In a late addition to last night’s Tacoma City Council agenda, the city announced a settlement with Clear Channel Outdoor that will allow the company to replace some of its current “static” billboards with 10 “digital billboards” that can display multiple images.
The agreement allows Clear Channel to construct 10 digital billboards in various locations within 6 months of the agreement’s execution. A map attached to the settlement document indicates 17 “approximate locations” being considered for the 10 new digital billboard sites, most of which fall within City Council District 3, or central Tacoma.
But precise locations for the signs have not been decided upon — and won’t be until Clear Channel seeks permits for them, City Attorney Elizabeth Pauli said Wednesday. Before installing the new digital billboards, the company must remove 53 existing signs and relinquish 100 permits it now holds to build new billboards. Located around the city, the 53 signs to be removed are specified by address in the settlement agreement (see posted documents below).
For each additional digital billboard that the company wants to add in the future, it would require Clear Channel giving up a total of 15 existing signs and/or permits (5 of which must be existing signs). Under the formula, Clear Channel could maximize a total of 36 digital signs in Tacoma, if it gave up every existing sign and permit it now owns.
The settlement involves no monetary exchanges. It is expected to be executed within a few days, Pauli said. Adoption of a new related city ordinance regulating billboards and allowing the new digital ones has yet to be scheduled for consideration.
(Here’s a copy of the full settlement agreement, with addresses of the 53 signs to be removed, and “approximate locations” of where the 10 new digital signs could be located within six months). Clear Channel Settlement Agreement (2)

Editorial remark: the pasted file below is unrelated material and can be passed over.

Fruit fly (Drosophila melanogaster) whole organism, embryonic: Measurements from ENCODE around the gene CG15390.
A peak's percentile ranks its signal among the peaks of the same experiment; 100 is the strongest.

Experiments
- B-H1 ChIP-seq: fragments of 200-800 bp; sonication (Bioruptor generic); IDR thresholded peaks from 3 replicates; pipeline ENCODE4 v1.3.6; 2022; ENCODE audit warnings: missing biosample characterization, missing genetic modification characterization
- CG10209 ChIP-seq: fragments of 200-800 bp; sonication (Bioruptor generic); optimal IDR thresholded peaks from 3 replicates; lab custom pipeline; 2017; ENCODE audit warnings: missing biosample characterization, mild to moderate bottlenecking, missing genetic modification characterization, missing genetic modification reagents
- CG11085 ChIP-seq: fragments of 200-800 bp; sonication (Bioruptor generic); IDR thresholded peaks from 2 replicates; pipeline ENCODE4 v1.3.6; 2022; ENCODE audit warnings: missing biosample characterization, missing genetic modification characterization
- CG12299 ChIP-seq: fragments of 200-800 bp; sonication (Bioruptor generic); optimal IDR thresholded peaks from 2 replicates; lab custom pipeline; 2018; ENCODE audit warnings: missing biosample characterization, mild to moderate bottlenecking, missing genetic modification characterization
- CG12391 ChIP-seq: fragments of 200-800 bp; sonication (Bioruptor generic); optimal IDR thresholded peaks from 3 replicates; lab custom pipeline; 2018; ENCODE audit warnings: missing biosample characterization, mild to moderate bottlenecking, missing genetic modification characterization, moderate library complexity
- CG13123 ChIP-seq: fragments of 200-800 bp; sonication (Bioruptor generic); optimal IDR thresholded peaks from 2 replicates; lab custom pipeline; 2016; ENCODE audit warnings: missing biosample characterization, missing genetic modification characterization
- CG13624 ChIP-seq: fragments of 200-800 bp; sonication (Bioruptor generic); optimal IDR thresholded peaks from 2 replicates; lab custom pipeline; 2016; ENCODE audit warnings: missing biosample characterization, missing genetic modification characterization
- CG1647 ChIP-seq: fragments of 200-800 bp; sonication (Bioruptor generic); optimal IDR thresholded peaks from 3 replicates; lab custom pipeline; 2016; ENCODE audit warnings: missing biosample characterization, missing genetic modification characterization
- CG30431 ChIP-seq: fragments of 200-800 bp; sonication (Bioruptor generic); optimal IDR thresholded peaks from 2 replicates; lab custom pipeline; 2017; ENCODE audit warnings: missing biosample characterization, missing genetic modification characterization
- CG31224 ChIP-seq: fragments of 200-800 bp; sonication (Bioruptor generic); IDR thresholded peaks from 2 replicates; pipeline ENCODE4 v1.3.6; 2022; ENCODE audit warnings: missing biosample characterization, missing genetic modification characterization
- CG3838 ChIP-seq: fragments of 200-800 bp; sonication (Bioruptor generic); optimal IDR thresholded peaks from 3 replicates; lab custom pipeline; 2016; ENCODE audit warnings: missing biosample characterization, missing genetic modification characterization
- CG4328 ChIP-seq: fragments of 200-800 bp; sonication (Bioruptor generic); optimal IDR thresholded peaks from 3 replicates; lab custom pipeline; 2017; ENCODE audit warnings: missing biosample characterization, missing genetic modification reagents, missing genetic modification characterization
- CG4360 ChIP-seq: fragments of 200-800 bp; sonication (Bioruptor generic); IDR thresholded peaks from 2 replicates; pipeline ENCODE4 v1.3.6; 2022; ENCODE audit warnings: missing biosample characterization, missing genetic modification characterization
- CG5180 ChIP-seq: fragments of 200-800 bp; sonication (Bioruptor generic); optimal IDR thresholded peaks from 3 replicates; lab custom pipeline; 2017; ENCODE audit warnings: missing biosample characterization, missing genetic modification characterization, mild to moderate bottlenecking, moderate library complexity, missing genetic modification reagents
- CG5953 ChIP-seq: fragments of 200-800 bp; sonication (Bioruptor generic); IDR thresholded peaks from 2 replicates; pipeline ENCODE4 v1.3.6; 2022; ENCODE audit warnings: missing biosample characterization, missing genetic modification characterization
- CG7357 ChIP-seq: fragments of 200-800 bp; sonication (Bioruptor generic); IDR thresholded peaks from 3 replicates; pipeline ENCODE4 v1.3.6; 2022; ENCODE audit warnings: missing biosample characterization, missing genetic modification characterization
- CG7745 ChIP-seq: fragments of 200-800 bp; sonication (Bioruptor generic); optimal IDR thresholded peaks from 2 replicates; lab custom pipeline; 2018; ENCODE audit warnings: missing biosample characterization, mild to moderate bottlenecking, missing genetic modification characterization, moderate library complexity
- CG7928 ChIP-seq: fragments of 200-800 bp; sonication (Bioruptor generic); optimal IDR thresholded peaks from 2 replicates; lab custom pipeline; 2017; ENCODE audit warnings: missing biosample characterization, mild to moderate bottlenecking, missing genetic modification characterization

Before the unanimous council vote to accept the settlement, Mayor Marilyn Strickland described the agreement as a good compromise that will allow the city to better regulate billboard placement and protect its neighborhoods.
“If the agreement is fully implemented, and it may take in excess of 5 years to be fully implemented, the net removal will be 85 percent (of current billboards),” she said.
Strickland added the new digital billboards that likely will replace some existing ones are similar to digital picture frames and will not be “the loud, flashing neon, Vegas-style billboards you see on I-5.”
“We’re talking about billboards that change panels from side to side, so it allows the advertiser to use the space better,” Strickland said. “It adjusts itself for lighting and it’s not intrusive…. It’s a new technology that all billboard companies are moving toward.”
Neither the lead attorney for Clear Channel, or a company spokeswoman, returned phone calls Wednesday.
The agreement effectively settles a federal lawsuit brought in 2007 against the city by Clear Channel, which claimed the city’s current anti-billboard ordinance violates the company’s constitutional free-speech rights. The city ordinance, adopted by the council in 1997, was supposed to phase out billboards that were deemed too big, ugly or disruptive by August 1, 2007. As many as 193 of Clear Channel’s signs met the ordinance’s definition, city officials have said.